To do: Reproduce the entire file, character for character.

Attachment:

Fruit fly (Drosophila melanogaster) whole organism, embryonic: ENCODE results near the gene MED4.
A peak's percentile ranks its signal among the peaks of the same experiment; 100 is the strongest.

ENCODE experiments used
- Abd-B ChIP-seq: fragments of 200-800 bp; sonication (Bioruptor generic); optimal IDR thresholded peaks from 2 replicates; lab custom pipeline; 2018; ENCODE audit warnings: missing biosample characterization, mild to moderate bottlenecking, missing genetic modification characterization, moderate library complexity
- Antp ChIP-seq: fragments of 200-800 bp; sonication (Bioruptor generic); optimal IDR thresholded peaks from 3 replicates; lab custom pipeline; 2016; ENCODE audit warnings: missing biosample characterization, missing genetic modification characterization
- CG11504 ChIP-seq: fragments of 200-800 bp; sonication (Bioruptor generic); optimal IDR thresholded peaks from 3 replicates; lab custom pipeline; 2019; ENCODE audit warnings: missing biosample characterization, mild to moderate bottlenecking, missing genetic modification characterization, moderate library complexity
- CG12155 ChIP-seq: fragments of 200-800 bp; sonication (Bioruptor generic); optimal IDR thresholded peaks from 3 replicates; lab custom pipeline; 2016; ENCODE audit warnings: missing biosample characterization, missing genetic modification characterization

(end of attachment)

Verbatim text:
Fruit fly (Drosophila melanogaster) whole organism, embryonic: ENCODE results near the gene MED4.
A peak's percentile ranks its signal among the peaks of the same experiment; 100 is the strongest.

ENCODE experiments used
- Abd-B ChIP-seq: fragments of 200-800 bp; sonication (Bioruptor generic); optimal IDR thresholded peaks from 2 replicates; lab custom pipeline; 2018; ENCODE audit warnings: missing biosample characterization, mild to moderate bottlenecking, missing genetic modification characterization, moderate library complexity
- Antp ChIP-seq: fragments of 200-800 bp; sonication (Bioruptor generic); optimal IDR thresholded peaks from 3 replicates; lab custom pipeline; 2016; ENCODE audit warnings: missing biosample characterization, missing genetic modification characterization
- CG11504 ChIP-seq: fragments of 200-800 bp; sonication (Bioruptor generic); optimal IDR thresholded peaks from 3 replicates; lab custom pipeline; 2019; ENCODE audit warnings: missing biosample characterization, mild to moderate bottlenecking, missing genetic modification characterization, moderate library complexity
- CG12155 ChIP-seq: fragments of 200-800 bp; sonication (Bioruptor generic); optimal IDR thresholded peaks from 3 replicates; lab custom pipeline; 2016; ENCODE audit warnings: missing biosample characterization, missing genetic modification characterization